Monetization of Memes

The Babyfication of Popular Character

This+photo+is+courtesy+of+Lucas+Films.

This photo is courtesy of Lucas Films.

When you think of memes, what are the first things that you think of? Vine? (RIP) Tik Tok? Memes that you casually see on Instagram, or Twitter? Well, all of these are viable responses and all of these forms of memes make money, lots of money. Memes have been popularly monetized for many years now, with this past year being a huge year for money-making. Meme pages on Instagram have the potential to make between $300,000 to $400,000 for posts that become extremely popular. Meme crazes are also huge contributors to monetization in the way of making and selling various types of merchandise to huge followings.

One of the biggest crazes, if not the biggest craze over these past few months, has been Baby Yoda. Babyfication is a popular trend that has had people going crazy. Disney has completely marketed this phenomenon, even recently adding two more characters, Baby Chewie and Baby Jabba the Hutt, to the mix. Groot from Marvel’s Guardians of the Galaxy dies and has to start growing again, as he is a tree, and goes through a cute little dancing baby phase in his little pot. Baby Groot has been around for a while now, and Disney decided to make Pop Figures (with me admittedly owning one of them) and other merchandise to market off of his fanbase.

Other corporations have also made baby versions of their characters to get a bigger following. Baby Sonic the Hedgehog has appeared in the trailer of the upcoming Sonic movie. Boss Baby became a franchise within the past two years and people went crazy over it. In the recent Super Bowl Mr. Peanut commercial, it shows his funeral and other companies’ mascots attending and suddenly he is resurrected as Baby Nut, all because of the Kool-Aid man crying on to his grave. An odd concept, I know, but the company wanted to become involved in the “baby versions of popular characters” following, so they would hopefully get more business due to its new appeal.

The whole cast of Spongebob was babyfied in various episodes, with the likes of them becoming popular stickers and gifs, still being very relevant today. Senior Tristan Spicer, when asked what he thought about the trend of “babyfication”, said “It’s great, but not when it’s in the form of commercialization. Characters such as Yoda and Groot elicit a certain reaction because we’ve known the older, original characters already. Mr. Peanut just randomly becoming Baby Nut is just a form of commercialization.”

Another trend that has blown up is the “I’m baby”, which has circulated the internet since 2017, became exponentially more popular this past year, with couples being the biggest contributors by retweeting and posting them. On Snapchat, the baby filter alone made the user platform grow to 7 to 9 million last year. “Baby Shark”, the song that blew up on YouTube last year and it’s still what people continue to hear in random stores or from little kids always playing music out loud from their IPads in public. Within the 4 years that it has been released, the song has received over 8 billion streams on YouTube. YouTube is another influential platform that has become monetized for videos that surpass a certain amount of minutes. Meme videos are a special case, making double the money for length and content. The song Baby Shark soon after its release, became a huge dance trend on Tik Tok, and the baby filter on Snapchat became popular on Tik Tok as well. Tik Tok has become such a huge platform all around the world that creators with millions of followers have begun to make significant amounts of money for the entertainment they are providing.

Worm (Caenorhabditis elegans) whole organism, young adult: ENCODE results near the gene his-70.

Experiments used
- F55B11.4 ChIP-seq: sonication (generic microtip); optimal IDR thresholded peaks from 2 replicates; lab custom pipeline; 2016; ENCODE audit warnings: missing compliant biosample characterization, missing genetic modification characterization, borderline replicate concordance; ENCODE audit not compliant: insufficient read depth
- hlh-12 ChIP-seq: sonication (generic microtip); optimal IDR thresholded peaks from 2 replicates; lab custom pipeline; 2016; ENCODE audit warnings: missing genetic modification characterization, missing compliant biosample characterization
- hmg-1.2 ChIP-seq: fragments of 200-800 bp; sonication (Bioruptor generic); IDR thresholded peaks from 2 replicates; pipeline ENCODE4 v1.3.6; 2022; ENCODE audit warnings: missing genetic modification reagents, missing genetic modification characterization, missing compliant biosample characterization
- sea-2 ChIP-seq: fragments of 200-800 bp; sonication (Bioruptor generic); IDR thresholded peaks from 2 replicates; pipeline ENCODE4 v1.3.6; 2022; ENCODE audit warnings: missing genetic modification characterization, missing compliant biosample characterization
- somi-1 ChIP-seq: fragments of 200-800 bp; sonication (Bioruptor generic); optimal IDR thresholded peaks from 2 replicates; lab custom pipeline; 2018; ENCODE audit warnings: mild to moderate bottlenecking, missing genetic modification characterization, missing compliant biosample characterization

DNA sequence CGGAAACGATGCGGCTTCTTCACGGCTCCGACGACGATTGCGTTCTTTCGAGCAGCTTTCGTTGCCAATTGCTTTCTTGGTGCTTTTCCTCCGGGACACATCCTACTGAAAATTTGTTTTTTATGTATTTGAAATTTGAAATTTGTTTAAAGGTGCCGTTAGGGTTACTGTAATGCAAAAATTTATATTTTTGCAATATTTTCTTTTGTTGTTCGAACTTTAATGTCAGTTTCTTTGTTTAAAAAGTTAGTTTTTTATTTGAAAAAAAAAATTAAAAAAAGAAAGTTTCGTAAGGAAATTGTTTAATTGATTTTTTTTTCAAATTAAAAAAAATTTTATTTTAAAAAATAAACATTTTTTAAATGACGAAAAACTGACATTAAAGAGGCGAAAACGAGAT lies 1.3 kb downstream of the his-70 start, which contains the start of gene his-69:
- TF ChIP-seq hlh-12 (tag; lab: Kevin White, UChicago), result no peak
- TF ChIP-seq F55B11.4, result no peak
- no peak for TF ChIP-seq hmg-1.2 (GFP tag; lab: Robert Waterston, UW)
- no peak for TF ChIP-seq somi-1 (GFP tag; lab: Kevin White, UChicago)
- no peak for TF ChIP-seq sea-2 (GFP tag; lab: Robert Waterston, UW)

As of right now, the app is worth $75 billion, with it being 3 times more than Spotify’s current market value. Tik Tok has also provided a viable platform for businesses to expand their networks. Brand awareness is at its highest on the app. The platform has become exponentially larger and more influential with global reach than Instagram has. With its user base being over 500 million, it comes close in competition to Instagram, with a little over 800 million users. Tristan also commented on the topic of Tik Tok, and how he feels about creators with a large following making lots of money, saying “Social media is meant to create buzz and it’s good for people to make a living, but I believe they shouldn’t be making as much money as they are.” The songs and sounds used on Tik Tok don’t primarily stream from popular music that you would hear on the radio, but from unique and small, sort of freaky sounds that are remotely unfamiliar before they’re put on the app. The platform thrives off of zany, charismatic videos that its users create, for others to become engulfed in while watching them.

The monetization of memes goes in and out of being popular as time progresses. Companies have made T-shirts with famous meme sayings on them, as well as baby versions of popular characters. There have been numerous periods of time where memes just weren’t making money, and the companies that made merchandise based off of memes really struggled to sell things. But in this past year, that was definitely not the case whatsoever.

So next time you get on Instagram, Twitter, TikTok, or YouTube you could just very well post something that could garner your fanbase and start you off making money.